must have been a few days after Yom Kippur that we started to talk
about my escape. Now I was to join Mommy and Guta in Czestochowa.
I was afraid to
leave my father and my sister and brother, not even sure I would see
Guta and Mommy again. As much as I hated Warsaw and the wire and the
wall, where was I running to? Into a bullet or a furnace? Into
another filthy camp? And so I held on to the last glimpse of what
was real and known. I walked again, out with people. I was sorry for
them, and for myself. I stared at the half-bare trees, where a few
brown leaves hung to the branches, just before they crumbled into
nothingness. I closed my eyes, trying to force the memories of white
winters and cold, sharp air; and the protection of wool caps and
scarves and kitchen stoves, and springs waking up to buds and leaves
and branches spread to the sky ... and summers' birds coming back to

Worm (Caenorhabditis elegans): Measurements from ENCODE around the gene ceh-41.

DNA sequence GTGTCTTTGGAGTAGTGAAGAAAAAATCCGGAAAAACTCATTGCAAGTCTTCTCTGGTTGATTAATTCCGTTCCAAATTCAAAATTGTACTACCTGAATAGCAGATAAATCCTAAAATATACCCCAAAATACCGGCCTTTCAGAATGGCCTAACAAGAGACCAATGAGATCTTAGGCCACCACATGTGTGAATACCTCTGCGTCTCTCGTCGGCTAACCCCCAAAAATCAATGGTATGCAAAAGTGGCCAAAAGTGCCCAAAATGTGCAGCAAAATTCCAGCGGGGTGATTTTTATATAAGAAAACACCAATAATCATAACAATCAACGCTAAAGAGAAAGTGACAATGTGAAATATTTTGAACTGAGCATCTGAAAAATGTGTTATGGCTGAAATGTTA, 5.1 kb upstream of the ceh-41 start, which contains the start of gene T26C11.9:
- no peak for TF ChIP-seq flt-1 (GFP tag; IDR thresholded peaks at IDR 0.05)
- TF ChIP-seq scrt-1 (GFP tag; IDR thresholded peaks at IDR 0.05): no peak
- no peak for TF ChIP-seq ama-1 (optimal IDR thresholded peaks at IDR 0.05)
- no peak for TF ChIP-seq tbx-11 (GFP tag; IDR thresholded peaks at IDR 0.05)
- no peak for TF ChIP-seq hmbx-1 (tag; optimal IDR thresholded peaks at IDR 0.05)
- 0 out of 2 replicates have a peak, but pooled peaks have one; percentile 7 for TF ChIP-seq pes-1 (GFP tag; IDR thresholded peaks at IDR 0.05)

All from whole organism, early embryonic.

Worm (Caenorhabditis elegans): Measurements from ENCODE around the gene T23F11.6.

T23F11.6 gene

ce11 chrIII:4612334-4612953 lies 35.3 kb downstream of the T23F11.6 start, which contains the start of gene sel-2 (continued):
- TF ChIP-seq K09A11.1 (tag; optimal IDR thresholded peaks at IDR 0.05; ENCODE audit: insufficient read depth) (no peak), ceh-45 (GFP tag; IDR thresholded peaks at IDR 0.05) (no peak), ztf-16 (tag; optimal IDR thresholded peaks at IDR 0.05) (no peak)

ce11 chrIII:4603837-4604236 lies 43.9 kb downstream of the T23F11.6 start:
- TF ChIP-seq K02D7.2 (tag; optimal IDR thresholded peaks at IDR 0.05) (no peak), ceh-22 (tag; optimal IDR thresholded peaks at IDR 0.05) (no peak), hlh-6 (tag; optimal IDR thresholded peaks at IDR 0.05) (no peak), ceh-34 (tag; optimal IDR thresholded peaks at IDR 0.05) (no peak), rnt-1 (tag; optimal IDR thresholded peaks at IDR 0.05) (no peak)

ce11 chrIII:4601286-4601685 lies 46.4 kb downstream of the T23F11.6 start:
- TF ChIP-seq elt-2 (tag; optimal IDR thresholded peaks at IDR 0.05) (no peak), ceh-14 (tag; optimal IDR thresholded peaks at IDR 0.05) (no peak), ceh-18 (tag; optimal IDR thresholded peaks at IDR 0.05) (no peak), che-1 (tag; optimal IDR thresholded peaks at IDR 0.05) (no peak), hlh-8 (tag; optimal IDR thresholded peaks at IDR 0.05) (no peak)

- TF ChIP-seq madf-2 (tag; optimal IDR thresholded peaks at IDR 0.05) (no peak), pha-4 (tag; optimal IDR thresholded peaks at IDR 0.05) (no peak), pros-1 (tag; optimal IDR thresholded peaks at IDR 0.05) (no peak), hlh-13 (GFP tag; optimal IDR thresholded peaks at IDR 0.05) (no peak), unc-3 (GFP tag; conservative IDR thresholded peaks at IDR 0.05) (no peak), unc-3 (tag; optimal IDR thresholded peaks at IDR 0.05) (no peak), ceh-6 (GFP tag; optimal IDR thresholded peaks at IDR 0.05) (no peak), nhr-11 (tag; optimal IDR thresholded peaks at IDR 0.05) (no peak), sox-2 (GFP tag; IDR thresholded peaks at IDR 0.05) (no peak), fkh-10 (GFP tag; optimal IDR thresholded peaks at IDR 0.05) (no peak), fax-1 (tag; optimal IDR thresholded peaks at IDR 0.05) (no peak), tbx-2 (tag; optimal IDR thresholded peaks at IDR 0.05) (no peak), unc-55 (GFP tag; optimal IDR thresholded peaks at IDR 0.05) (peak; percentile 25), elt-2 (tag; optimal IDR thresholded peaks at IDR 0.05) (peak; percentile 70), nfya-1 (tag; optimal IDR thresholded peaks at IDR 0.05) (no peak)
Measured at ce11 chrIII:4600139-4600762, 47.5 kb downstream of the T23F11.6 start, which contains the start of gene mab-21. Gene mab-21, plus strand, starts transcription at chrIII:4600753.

join us under the pine trees, among the lilacs and daisies and
poppies, pecking for food in the green carpet of grass ... I shuddered to look around me.
We decayed like the leaves. Like the broken branches, we were
cheated out of spring.
How stupid and
childish my reminiscing! In slavery, I dreamed about freedom. Living
among the dead, I thought about life. I worshipped food because my
stomach scraped and growled in me. Futile, wasted dreams. What then
should I dream about now? About the beautiful past that is dead?
About the ugly, real future that I know will be? Those two need no
one to dream about them, because they have been or will be anyway.
Have I said there is no hope? No, there is none. Except me. I am
hope. Oh, God! Let me live. Let me love and be loved. Give us hope
we have lost, give us freedom. Answer my prayers, ease the pain, dry
the tears ... the tears. Let me live, God or
I stared at the
walls and saw the swastikas that weren't there. I closed my eyes,
hoping that when I opened them the swastikas and the walls would
have disappeared ..."